Trump’s end of INF treaty with Russia ‘paves dangerous path for nuclear winter’

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WASHINGTON DC – After months of charges brought against Russia, the US abandoned the Intermediate Reach Nuclear Foils (INF) treaty signed between the USSR and the US in 1987.

By taking this step, and with a single nuclear weapons control agreement still remaining, the Strategic Arms Reduction Treaty (New START) leaves a big question mark pending about the fate of our entire planet.

Friday marked the official end of the US-Russia INF treaty, despite Moscow’s calls for dialogue in recent months.

As if that weren’t enough, US National Security Adviser John Bolton said during a speech at the annual Conservative Student Conference that New START would be the next deal to cancel.

“It [the treaty] did not cover tactical range nuclear weapons or the new Russian carrier systems. The treaty is due to expire in February 2021 and, as long as no decision has been made, it is unlikely to be extended. So we should extend the system defective just to say we have a treaty?” asked John Bolton rhetorically.

Kevin Kamps, a nuclear waste control expert at the non-governmental organization Beyond Nuclear, was invited to a special Sputnik program to discuss what the end of the INF treaty might mean to the world and explained why it is necessary for countries to reach a new arms control agreement in these times of nuclear weapons proliferation.

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“The Intermediate Reach Nuclear Forces treaty, signed by [US President Ronald] Reagan and [Soviet Secretary General Mikhail] Gorbachev in 1987, is one of the central pillars of US nuclear control between Russia and Russia. Its cessation is a huge shakeup. It is a very serious matter,” said Kevin Kamps.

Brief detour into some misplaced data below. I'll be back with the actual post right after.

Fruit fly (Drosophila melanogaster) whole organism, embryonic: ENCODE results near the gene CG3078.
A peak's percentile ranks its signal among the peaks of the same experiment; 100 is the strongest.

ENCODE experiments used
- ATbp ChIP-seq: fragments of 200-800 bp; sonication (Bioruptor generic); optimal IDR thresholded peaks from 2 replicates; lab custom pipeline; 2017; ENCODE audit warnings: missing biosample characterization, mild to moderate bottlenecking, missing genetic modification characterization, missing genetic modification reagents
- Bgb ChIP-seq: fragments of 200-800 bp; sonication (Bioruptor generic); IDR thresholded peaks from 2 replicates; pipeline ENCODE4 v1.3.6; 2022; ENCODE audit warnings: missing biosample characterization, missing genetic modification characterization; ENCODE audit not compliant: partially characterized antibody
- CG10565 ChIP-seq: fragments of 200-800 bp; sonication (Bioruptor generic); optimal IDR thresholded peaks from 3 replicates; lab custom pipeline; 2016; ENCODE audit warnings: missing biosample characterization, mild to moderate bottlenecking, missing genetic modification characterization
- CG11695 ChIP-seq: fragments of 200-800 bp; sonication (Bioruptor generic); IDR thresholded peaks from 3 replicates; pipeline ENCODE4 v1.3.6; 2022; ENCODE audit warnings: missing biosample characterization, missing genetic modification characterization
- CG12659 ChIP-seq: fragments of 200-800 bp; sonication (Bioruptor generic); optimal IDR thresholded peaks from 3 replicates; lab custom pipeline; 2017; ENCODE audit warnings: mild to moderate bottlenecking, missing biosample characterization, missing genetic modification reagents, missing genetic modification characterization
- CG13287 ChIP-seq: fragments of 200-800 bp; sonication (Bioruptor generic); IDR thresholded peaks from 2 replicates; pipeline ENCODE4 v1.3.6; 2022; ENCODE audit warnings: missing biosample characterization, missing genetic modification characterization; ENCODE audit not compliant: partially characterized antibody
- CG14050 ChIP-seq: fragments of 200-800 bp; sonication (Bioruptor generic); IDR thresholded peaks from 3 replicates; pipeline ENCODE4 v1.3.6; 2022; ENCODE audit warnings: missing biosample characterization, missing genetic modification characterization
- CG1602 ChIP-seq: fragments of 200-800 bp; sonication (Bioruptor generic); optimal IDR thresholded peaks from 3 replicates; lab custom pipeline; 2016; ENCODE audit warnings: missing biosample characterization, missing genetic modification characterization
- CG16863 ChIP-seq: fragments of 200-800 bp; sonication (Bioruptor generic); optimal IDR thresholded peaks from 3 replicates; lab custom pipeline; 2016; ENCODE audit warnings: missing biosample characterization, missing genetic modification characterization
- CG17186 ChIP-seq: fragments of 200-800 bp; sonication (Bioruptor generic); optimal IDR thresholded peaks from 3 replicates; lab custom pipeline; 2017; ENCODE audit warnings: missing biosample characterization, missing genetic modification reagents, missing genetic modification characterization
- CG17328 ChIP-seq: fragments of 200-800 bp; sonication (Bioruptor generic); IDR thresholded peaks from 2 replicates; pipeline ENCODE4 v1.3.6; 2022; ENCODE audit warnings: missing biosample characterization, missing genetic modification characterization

“Unfortunately, thousands of nuclear weapons remain in a state of immediate readiness between the two countries, and as these arms control agreements are eliminated, the stakes increase and we return to Cold War times, back to an arms race again,” said expert.

‘We are putting the planet at risk’

Kamps pointed out that the US is the only country that has used nuclear weapons in wars, recalling that there is something “ironic” about the moment of US exit from the INF agreement, given the dates when the nuclear attacks on Hiroshima and Ngasaki, were carried out, August 6 and 9 respectively.

“I think the US has become very quickly addicted to the power that nuclear weapons give them at international level over other countries,” said Kamps. “The US did not expect the USSR to reach them that fast. The Soviet Union only needed four years to get a nuclear weapon,” he said.

“We are endangering the planet. We are endangering our countries, but we now know that only a hundred Nagasaki-sized bombs, which are relatively small, detonated, say between India and Pakistan, would be sufficient to plunging the planet into a nuclear winter that would lead to the death of 2 billion people.

On August 2, the INF Treaty was canceled. Earlier this year, Washington announced the unilateral exit from the deal, accusing Russia of violating the treaty. Moscow denies all allegations. In early July, Russian President Vladimir Putin signed the decree suspending the deal.

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